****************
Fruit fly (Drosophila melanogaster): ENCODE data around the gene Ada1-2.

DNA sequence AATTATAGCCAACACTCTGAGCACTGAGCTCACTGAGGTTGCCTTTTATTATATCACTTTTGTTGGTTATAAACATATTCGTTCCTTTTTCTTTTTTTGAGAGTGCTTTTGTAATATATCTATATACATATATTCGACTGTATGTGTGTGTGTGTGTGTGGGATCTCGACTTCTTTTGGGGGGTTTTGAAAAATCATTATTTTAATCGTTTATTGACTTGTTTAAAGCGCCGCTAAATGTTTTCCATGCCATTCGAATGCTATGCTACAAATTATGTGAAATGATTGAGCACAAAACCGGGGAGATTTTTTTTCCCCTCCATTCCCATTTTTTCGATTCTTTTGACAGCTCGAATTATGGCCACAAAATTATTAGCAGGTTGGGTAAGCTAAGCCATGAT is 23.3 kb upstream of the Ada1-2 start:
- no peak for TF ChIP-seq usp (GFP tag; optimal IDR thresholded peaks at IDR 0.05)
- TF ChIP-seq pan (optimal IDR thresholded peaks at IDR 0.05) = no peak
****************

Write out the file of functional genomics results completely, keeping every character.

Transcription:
Fruit fly (Drosophila melanogaster): ENCODE data around the gene Ada1-2.

DNA sequence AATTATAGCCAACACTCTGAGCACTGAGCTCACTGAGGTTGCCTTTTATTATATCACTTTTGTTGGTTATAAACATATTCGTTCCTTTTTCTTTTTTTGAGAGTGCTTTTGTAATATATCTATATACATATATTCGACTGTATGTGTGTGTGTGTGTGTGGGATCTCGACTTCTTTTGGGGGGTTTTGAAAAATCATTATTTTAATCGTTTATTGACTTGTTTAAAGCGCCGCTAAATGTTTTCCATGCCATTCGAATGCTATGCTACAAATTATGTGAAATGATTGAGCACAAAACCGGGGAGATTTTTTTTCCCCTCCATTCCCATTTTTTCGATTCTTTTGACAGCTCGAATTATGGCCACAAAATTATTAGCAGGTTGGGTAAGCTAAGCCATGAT is 23.3 kb upstream of the Ada1-2 start:
- no peak for TF ChIP-seq usp (GFP tag; optimal IDR thresholded peaks at IDR 0.05)
- TF ChIP-seq pan (optimal IDR thresholded peaks at IDR 0.05) = no peak